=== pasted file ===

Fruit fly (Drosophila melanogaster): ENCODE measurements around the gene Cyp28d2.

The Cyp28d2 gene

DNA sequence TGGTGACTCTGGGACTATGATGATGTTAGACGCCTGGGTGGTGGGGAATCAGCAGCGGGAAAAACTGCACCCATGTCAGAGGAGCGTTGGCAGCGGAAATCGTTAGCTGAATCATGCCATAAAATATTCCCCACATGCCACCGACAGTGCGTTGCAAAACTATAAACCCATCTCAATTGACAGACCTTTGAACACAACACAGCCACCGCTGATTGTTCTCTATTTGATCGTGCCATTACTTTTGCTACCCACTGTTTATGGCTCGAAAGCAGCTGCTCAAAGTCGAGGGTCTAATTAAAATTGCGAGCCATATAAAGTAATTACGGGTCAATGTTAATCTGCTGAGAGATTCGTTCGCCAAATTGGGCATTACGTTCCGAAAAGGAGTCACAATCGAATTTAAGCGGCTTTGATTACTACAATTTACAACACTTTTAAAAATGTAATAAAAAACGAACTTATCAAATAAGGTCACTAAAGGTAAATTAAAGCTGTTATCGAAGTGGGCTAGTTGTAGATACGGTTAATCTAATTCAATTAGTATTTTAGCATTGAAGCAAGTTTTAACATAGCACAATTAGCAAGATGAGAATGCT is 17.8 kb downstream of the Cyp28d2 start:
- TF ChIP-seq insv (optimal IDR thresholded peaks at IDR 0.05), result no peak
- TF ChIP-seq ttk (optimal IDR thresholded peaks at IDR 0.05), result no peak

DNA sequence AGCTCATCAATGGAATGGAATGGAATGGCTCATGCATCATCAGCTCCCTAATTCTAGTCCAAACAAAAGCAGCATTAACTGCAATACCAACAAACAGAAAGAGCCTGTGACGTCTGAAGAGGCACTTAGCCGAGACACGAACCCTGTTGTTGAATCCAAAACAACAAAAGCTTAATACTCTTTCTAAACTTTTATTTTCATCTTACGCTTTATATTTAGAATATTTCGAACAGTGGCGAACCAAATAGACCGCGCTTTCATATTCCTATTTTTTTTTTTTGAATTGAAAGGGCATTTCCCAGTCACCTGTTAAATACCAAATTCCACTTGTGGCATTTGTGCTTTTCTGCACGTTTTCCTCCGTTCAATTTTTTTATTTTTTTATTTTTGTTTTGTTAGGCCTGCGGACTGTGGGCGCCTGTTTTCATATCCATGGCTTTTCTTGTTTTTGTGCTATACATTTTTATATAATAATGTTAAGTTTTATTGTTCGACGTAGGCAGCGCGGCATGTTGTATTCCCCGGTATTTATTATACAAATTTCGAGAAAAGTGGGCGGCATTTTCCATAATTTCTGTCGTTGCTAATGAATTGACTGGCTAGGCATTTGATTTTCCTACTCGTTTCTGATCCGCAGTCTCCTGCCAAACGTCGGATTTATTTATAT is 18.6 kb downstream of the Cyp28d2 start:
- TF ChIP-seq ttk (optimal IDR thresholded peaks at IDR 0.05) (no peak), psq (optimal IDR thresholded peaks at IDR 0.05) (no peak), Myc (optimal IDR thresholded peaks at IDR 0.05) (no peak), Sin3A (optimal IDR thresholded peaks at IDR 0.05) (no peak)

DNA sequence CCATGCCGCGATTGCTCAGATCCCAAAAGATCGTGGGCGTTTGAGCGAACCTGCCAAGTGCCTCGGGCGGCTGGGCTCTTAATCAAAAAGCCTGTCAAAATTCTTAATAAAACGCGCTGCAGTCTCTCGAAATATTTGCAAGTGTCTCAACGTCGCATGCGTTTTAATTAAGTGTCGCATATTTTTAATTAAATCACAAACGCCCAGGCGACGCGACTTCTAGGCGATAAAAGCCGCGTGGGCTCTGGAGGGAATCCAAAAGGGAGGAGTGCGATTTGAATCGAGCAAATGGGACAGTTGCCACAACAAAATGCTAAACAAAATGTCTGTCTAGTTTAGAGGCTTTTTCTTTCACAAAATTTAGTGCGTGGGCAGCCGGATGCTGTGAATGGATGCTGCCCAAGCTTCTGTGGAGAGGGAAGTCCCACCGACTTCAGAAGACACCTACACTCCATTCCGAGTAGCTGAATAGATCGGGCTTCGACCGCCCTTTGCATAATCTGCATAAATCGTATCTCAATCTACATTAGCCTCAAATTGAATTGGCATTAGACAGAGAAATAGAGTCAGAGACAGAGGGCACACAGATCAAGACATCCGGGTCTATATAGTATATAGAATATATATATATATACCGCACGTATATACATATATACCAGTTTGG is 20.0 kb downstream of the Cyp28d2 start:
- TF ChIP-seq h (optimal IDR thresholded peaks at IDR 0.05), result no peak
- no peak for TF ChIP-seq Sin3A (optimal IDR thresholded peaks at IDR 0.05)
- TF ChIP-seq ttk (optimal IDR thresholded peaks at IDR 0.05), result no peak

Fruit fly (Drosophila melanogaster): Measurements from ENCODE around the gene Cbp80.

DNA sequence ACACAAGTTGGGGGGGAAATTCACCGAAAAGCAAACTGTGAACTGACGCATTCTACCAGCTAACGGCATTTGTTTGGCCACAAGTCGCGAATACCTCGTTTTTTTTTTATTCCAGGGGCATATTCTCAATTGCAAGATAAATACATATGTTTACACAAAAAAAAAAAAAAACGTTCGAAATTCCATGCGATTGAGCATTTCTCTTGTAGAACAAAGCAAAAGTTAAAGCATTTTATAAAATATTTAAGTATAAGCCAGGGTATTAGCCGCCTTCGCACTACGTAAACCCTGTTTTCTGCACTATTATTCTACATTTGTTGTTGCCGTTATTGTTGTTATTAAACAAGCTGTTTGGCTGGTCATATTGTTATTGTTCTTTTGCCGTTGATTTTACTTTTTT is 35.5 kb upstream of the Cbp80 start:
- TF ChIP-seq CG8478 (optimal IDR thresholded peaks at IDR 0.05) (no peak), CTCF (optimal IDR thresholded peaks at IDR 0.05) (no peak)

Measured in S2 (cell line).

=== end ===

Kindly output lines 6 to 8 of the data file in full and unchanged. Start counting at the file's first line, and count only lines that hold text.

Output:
DNA sequence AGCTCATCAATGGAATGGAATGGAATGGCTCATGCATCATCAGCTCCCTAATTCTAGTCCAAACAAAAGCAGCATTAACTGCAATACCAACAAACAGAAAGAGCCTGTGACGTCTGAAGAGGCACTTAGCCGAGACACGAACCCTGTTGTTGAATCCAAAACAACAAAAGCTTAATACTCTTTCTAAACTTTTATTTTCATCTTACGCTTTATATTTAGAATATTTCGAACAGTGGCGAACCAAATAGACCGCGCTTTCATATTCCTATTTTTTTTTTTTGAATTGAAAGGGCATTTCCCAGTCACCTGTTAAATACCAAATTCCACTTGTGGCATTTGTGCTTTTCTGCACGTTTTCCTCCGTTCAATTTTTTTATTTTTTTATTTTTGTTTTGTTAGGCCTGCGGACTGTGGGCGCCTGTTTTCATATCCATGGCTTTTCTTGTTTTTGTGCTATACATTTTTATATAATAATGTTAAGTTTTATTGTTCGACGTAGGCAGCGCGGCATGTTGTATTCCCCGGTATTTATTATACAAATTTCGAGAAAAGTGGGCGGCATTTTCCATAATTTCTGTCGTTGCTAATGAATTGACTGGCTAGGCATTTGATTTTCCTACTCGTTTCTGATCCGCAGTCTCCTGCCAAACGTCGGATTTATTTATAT is 18.6 kb downstream of the Cyp28d2 start:
- TF ChIP-seq ttk (optimal IDR thresholded peaks at IDR 0.05) (no peak), psq (optimal IDR thresholded peaks at IDR 0.05) (no peak), Myc (optimal IDR thresholded peaks at IDR 0.05) (no peak), Sin3A (optimal IDR thresholded peaks at IDR 0.05) (no peak)

DNA sequence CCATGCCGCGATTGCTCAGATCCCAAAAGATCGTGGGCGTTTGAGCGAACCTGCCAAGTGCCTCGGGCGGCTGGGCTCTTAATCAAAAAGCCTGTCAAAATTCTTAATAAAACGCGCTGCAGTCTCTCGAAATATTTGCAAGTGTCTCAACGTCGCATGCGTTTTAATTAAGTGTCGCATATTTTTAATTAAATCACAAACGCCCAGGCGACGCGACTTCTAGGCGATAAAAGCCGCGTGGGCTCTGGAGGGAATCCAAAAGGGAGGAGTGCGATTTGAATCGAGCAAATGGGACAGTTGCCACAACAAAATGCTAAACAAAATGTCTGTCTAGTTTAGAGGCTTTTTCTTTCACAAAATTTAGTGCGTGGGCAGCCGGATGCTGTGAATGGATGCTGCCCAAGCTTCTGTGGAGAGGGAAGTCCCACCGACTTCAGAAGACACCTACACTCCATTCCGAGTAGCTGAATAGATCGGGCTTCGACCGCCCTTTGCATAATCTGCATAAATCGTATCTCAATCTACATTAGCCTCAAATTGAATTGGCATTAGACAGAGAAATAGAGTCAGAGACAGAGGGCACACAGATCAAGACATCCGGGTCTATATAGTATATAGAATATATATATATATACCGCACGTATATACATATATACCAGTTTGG is 20.0 kb downstream of the Cyp28d2 start: